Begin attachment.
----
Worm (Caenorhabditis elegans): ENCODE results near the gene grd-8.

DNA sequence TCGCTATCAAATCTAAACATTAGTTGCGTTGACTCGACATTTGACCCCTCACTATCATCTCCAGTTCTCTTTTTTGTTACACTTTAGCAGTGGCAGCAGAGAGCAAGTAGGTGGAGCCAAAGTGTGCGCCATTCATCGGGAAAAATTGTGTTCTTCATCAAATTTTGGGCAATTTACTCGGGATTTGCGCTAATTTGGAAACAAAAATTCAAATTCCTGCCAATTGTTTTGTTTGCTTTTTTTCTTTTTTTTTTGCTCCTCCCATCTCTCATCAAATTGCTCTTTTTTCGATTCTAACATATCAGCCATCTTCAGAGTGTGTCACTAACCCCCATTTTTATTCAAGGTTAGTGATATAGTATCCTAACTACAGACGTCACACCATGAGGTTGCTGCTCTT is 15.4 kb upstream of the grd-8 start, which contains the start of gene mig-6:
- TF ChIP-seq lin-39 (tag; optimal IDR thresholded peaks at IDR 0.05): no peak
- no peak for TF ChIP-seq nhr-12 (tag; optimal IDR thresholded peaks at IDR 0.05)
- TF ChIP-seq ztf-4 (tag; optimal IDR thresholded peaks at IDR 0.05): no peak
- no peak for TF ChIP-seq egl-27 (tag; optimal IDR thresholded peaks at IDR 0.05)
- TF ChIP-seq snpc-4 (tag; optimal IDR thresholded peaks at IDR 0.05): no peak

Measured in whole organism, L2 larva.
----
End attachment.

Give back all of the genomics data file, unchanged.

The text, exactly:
Worm (Caenorhabditis elegans): ENCODE results near the gene grd-8.

DNA sequence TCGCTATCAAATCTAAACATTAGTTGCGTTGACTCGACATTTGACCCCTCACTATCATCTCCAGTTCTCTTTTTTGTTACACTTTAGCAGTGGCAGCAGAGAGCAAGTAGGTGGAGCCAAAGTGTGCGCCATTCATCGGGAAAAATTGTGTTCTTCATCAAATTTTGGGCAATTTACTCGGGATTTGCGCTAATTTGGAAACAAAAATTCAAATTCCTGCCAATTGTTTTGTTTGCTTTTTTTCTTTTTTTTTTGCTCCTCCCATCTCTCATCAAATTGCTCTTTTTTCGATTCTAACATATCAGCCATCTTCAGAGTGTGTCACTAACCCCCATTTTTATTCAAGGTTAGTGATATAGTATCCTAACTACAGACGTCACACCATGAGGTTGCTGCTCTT is 15.4 kb upstream of the grd-8 start, which contains the start of gene mig-6:
- TF ChIP-seq lin-39 (tag; optimal IDR thresholded peaks at IDR 0.05): no peak
- no peak for TF ChIP-seq nhr-12 (tag; optimal IDR thresholded peaks at IDR 0.05)
- TF ChIP-seq ztf-4 (tag; optimal IDR thresholded peaks at IDR 0.05): no peak
- no peak for TF ChIP-seq egl-27 (tag; optimal IDR thresholded peaks at IDR 0.05)
- TF ChIP-seq snpc-4 (tag; optimal IDR thresholded peaks at IDR 0.05): no peak

Measured in whole organism, L2 larva.